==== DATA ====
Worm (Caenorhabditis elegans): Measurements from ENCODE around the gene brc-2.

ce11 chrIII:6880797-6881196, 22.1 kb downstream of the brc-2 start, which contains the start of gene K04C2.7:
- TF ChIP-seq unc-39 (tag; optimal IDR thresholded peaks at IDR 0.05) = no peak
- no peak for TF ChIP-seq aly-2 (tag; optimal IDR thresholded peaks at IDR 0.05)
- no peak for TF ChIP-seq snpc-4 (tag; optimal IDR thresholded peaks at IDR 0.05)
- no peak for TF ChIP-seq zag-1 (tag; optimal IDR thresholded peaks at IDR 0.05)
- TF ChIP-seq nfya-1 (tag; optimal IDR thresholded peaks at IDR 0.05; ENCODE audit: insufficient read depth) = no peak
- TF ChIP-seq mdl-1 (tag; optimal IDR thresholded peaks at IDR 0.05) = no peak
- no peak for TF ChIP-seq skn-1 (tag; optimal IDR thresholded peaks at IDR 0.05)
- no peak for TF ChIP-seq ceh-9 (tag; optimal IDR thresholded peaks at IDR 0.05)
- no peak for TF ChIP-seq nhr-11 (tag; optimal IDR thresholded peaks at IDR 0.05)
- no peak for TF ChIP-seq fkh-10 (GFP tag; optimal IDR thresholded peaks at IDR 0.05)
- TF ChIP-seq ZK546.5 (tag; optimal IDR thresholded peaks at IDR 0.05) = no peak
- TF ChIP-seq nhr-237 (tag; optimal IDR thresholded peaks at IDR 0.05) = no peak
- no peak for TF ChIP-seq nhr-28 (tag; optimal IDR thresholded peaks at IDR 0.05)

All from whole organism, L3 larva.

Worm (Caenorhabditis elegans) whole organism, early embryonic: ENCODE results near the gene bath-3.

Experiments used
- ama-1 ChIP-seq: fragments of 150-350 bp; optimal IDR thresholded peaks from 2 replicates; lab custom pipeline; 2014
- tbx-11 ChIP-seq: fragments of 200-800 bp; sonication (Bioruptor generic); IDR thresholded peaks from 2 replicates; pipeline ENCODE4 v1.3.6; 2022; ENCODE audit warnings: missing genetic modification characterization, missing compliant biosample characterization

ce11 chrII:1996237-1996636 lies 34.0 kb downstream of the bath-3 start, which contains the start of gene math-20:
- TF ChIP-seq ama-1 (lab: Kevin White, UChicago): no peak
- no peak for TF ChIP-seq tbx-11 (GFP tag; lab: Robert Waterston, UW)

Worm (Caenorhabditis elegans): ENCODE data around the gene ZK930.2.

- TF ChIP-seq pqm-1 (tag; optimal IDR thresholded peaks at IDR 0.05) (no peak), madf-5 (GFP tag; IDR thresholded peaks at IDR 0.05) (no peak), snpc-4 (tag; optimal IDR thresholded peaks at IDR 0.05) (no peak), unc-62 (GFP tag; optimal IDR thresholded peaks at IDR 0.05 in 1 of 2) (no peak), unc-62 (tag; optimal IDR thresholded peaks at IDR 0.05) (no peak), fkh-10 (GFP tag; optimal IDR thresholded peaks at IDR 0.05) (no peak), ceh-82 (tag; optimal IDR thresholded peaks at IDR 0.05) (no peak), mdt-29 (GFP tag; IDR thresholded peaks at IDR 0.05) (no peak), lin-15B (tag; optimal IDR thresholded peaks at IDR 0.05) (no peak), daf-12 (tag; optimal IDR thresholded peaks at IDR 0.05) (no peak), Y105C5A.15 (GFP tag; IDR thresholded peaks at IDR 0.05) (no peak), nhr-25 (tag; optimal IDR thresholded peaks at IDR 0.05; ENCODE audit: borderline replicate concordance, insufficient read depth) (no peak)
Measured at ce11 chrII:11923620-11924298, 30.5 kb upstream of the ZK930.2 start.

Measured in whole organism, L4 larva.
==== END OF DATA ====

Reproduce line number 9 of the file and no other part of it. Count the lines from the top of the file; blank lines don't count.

- no peak for TF ChIP-seq skn-1 (tag; optimal IDR thresholded peaks at IDR 0.05)